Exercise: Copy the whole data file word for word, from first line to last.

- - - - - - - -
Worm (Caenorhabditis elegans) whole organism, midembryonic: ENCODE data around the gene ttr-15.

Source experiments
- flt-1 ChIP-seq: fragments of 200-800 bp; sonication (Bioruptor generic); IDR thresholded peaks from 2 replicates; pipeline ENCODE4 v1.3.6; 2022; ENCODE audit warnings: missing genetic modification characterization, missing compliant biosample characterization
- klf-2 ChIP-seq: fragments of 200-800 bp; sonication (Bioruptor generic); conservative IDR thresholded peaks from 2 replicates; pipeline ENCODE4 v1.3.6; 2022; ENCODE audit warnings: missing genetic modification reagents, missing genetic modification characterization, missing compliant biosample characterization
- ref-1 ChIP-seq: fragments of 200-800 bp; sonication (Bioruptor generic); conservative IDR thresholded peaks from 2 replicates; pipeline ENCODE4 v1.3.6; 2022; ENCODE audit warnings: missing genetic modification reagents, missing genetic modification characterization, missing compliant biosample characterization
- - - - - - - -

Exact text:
Worm (Caenorhabditis elegans) whole organism, midembryonic: ENCODE data around the gene ttr-15.

Source experiments
- flt-1 ChIP-seq: fragments of 200-800 bp; sonication (Bioruptor generic); IDR thresholded peaks from 2 replicates; pipeline ENCODE4 v1.3.6; 2022; ENCODE audit warnings: missing genetic modification characterization, missing compliant biosample characterization
- klf-2 ChIP-seq: fragments of 200-800 bp; sonication (Bioruptor generic); conservative IDR thresholded peaks from 2 replicates; pipeline ENCODE4 v1.3.6; 2022; ENCODE audit warnings: missing genetic modification reagents, missing genetic modification characterization, missing compliant biosample characterization
- ref-1 ChIP-seq: fragments of 200-800 bp; sonication (Bioruptor generic); conservative IDR thresholded peaks from 2 replicates; pipeline ENCODE4 v1.3.6; 2022; ENCODE audit warnings: missing genetic modification reagents, missing genetic modification characterization, missing compliant biosample characterization